24 Jan 2023
California has been drenched with “atmospheric rivers” over the past few weeks, pouring down much-needed rain and snowpack throughout the state. However, while the West Coast’s wet season is limited, investors and acquirers still have their heads in the clouds. We’re talking about clouds in the world of IT, dominated by the San Francisco Bay Area.
Increasingly, investors and acquirers are demanding that target companies – those seeking capital or an acquisition – offer a cloud-native service. That was in fact one of the drivers for our recent deal advising ForePaaS in its acquisition by OVHcloud. Much of reasoning comes down to ease and efficiency, both for customers in buying cloud services and for vendors in scaling those customers. Software hosted on a public cloud is easily scalable, enabling customer accounts to grow without the customer needing to manage and scale their own infrastructure.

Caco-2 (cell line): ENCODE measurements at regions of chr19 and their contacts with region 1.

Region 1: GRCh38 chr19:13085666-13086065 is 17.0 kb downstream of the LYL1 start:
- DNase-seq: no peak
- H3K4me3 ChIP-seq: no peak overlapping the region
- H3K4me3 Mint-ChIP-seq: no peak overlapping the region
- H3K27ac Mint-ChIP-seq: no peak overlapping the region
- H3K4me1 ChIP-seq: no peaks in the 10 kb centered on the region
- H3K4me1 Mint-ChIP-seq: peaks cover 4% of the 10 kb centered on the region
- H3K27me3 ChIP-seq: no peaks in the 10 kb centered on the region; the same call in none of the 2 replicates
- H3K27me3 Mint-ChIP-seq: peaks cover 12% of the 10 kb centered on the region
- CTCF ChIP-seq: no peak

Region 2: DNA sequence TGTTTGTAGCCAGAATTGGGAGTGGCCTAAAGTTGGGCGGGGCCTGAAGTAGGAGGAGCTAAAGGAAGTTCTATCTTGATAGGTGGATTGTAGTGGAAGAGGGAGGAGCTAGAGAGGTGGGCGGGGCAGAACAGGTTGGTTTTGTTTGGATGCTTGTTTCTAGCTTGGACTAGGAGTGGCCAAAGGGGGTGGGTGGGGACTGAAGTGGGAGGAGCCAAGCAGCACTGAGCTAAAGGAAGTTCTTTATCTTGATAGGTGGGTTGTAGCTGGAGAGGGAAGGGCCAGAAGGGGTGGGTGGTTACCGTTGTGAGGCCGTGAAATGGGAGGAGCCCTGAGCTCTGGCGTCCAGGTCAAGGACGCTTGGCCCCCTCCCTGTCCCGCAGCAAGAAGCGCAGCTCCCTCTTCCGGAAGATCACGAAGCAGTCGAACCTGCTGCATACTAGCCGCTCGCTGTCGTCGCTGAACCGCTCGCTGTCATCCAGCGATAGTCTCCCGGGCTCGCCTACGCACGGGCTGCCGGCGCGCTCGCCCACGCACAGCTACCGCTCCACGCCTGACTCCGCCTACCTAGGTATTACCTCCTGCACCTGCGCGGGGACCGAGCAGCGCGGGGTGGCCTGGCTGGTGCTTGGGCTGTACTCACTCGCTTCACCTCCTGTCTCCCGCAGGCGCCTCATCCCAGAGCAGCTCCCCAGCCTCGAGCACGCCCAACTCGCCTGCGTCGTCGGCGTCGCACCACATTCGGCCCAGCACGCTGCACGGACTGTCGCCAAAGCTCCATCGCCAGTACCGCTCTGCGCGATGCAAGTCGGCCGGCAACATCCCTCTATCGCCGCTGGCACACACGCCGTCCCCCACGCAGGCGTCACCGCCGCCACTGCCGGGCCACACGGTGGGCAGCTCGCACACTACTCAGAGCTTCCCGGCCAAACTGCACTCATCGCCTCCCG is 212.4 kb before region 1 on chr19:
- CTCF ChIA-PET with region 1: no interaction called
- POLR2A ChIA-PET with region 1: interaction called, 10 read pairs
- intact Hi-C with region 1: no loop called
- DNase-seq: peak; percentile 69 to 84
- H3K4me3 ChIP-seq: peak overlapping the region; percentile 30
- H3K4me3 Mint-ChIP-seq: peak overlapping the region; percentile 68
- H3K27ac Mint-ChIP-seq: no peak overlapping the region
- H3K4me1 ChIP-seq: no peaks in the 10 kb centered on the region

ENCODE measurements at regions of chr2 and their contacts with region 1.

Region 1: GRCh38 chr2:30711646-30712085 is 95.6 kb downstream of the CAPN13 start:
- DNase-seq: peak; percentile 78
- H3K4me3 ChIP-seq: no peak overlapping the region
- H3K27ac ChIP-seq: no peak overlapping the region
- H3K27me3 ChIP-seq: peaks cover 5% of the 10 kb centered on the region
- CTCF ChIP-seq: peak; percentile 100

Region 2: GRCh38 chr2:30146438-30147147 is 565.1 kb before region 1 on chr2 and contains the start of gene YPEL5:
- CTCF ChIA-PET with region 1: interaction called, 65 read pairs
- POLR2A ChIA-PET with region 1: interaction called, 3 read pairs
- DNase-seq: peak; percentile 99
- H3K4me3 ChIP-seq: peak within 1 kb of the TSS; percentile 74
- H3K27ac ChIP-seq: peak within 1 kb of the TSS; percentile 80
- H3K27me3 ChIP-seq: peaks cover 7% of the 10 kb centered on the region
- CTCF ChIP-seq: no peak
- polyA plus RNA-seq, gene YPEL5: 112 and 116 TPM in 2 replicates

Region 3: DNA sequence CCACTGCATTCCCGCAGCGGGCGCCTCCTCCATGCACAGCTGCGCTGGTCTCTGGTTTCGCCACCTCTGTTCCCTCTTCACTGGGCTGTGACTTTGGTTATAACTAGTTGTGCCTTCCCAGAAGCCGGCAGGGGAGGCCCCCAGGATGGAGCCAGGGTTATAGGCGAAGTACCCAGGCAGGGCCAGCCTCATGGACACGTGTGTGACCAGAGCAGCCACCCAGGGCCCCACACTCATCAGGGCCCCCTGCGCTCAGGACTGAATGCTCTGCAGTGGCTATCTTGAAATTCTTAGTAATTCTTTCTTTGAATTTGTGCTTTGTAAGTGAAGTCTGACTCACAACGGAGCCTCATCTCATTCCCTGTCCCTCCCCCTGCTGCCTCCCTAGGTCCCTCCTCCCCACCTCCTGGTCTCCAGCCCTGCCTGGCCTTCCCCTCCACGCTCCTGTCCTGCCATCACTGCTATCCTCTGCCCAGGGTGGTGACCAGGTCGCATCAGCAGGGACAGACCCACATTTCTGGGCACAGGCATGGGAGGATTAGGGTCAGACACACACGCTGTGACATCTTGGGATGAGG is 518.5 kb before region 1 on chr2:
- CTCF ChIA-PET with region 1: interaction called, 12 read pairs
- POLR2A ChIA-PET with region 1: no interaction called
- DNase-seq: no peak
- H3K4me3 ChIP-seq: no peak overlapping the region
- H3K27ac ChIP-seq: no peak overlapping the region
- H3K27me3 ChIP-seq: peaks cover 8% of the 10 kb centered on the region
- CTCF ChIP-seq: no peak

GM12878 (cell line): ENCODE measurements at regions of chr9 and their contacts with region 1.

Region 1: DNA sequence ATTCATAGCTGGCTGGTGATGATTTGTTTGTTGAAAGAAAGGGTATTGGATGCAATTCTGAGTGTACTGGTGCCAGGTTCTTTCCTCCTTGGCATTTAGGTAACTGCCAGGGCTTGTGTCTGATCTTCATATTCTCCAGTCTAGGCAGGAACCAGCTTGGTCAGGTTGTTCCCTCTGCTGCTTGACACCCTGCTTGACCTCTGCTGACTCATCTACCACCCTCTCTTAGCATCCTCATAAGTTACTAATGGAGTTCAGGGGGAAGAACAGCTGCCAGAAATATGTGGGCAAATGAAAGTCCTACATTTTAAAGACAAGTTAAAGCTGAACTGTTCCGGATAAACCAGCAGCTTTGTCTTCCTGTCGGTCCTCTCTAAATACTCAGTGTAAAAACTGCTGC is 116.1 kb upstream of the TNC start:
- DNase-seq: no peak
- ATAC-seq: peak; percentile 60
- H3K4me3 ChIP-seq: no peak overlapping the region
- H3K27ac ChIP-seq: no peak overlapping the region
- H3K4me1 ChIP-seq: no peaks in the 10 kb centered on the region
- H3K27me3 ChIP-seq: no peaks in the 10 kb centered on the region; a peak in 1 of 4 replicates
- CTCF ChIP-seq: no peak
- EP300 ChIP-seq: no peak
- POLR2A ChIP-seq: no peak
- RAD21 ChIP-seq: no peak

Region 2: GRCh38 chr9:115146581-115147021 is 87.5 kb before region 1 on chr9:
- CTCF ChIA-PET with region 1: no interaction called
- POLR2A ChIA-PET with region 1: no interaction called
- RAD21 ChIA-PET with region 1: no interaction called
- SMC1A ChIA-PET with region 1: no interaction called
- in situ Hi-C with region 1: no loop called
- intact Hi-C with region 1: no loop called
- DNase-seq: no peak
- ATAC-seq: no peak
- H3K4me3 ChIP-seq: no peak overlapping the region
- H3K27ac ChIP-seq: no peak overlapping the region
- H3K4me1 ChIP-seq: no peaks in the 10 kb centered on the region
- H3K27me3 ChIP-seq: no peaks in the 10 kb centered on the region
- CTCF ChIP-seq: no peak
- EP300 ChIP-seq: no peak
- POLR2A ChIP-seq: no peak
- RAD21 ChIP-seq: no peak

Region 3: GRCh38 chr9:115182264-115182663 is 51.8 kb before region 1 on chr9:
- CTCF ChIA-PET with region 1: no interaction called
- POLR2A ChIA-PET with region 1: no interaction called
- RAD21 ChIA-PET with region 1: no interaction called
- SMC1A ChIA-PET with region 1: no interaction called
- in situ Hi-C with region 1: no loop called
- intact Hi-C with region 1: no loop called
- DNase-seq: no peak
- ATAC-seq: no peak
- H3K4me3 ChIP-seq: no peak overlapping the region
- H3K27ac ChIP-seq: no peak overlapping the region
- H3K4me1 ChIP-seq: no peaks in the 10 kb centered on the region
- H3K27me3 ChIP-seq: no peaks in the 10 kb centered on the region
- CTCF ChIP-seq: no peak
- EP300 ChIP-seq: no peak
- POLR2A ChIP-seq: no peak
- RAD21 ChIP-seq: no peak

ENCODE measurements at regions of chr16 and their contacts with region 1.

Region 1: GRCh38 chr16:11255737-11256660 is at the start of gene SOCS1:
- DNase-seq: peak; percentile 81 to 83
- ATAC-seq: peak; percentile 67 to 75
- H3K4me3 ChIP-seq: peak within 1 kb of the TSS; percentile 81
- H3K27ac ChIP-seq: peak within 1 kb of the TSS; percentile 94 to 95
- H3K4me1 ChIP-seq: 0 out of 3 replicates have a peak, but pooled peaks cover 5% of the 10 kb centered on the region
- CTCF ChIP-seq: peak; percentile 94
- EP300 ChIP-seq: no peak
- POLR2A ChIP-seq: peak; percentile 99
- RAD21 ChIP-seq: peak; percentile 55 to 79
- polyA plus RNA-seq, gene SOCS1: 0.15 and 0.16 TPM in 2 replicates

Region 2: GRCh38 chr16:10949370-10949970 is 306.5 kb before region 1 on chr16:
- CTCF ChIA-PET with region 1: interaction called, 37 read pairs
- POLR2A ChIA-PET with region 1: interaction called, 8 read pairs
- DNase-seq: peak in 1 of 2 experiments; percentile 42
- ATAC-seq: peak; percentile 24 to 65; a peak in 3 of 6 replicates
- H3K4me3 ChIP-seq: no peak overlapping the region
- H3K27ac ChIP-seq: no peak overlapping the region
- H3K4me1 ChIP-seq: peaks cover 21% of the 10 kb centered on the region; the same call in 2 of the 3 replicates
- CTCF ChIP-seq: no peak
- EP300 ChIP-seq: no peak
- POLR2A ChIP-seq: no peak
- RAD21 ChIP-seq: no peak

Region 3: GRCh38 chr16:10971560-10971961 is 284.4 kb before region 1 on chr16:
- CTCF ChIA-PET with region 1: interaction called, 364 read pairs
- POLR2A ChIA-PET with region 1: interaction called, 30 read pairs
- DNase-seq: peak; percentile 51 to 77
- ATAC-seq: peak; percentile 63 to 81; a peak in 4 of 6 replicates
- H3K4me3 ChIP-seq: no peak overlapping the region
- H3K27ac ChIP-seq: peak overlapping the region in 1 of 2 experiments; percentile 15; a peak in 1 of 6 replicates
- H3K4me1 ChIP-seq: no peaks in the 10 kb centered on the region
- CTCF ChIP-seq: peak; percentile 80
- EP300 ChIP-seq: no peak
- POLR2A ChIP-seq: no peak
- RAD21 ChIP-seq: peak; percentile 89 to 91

Many entrepreneurs may not recognize the growing divide between on-prem subscription and cloud (which is naturally subscription) valuations. For example, consider data warehouse companies Snowflake versus Teradata. Pure cloud provider Snowflake is currently valued at 22x revenue whereas majority on-prem provider Teradata is valued at just 2x.
We’re not necessarily saying though that that on-prem subscription businesses can’t get great deals – our client TimeXtender’s capital raise with Monterro proves the opposite. And generally speaking, growth equity investors tend to appreciate on-prem subscription software companies, but partially because of the upside for a transition to cloud. This is especially true in Europe. Overall though, in valuations for sale transactions to a strategic provider rather than a financial acquirer, the cloud is pulling away.
Oftentimes we advise those seeking an investment or acquisition that aren’t yet cloud-native to not only have a cloud service on their roadmap, but also be actively working on such a service prior to seeking a transaction.